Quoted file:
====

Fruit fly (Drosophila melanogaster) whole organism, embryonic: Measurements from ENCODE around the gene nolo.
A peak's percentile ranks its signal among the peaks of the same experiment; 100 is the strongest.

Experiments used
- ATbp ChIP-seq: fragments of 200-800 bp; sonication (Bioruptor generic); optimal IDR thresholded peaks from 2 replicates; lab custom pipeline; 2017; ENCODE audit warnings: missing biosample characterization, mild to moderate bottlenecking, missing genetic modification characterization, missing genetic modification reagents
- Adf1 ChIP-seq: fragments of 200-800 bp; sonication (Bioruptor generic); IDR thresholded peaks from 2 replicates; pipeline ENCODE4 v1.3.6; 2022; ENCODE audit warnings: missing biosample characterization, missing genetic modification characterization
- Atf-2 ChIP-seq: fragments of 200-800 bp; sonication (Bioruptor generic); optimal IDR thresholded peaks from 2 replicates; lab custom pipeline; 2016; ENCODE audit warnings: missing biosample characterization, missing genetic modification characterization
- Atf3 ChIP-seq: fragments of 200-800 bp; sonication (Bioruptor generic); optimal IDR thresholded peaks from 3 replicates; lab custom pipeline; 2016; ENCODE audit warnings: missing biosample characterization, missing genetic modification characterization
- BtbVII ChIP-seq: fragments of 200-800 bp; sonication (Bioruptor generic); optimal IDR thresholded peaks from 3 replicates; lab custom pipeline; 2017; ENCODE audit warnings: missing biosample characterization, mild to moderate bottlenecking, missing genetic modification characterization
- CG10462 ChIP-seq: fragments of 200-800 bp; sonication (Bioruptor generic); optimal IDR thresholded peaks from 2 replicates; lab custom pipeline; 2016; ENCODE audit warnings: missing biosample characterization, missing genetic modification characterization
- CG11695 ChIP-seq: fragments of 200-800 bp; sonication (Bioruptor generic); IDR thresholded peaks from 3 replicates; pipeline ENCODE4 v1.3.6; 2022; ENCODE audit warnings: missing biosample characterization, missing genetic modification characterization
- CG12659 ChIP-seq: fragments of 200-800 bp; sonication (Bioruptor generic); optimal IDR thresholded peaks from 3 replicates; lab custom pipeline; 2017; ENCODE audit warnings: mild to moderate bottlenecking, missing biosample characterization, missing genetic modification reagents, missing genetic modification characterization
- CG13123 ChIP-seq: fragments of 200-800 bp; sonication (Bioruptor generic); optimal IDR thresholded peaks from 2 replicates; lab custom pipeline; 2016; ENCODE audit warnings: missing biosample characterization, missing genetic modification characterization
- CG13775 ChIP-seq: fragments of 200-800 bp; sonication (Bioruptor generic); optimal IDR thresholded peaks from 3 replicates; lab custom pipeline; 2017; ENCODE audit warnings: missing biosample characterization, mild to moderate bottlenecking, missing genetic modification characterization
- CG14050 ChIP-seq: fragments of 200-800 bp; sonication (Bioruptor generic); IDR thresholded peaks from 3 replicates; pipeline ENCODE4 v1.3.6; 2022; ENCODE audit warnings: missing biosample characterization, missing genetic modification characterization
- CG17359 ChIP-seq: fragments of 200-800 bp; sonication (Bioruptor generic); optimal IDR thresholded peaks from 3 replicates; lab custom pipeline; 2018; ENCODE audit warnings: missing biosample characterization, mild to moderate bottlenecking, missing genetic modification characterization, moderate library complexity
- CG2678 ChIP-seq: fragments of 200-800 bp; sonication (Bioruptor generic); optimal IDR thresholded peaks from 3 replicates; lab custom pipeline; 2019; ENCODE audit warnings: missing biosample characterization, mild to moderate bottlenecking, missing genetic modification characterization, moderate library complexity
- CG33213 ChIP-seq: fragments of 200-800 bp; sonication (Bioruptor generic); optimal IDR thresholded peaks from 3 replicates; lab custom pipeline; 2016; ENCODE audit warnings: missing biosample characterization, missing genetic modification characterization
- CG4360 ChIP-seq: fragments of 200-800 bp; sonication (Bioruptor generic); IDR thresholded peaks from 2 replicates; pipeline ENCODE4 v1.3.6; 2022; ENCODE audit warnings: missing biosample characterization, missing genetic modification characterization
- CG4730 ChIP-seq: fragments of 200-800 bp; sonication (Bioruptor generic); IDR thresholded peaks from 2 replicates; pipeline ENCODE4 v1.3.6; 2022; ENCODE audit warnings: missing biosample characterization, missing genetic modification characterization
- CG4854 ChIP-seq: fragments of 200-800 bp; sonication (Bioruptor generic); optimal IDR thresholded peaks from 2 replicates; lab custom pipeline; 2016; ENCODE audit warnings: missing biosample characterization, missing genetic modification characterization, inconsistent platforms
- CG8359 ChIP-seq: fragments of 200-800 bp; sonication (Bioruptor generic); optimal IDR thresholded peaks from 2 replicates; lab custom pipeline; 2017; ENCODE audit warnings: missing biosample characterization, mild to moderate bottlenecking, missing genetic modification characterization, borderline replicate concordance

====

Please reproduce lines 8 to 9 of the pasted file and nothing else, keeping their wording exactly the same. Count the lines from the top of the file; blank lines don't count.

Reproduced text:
- BtbVII ChIP-seq: fragments of 200-800 bp; sonication (Bioruptor generic); optimal IDR thresholded peaks from 3 replicates; lab custom pipeline; 2017; ENCODE audit warnings: missing biosample characterization, mild to moderate bottlenecking, missing genetic modification characterization
- CG10462 ChIP-seq: fragments of 200-800 bp; sonication (Bioruptor generic); optimal IDR thresholded peaks from 2 replicates; lab custom pipeline; 2016; ENCODE audit warnings: missing biosample characterization, missing genetic modification characterization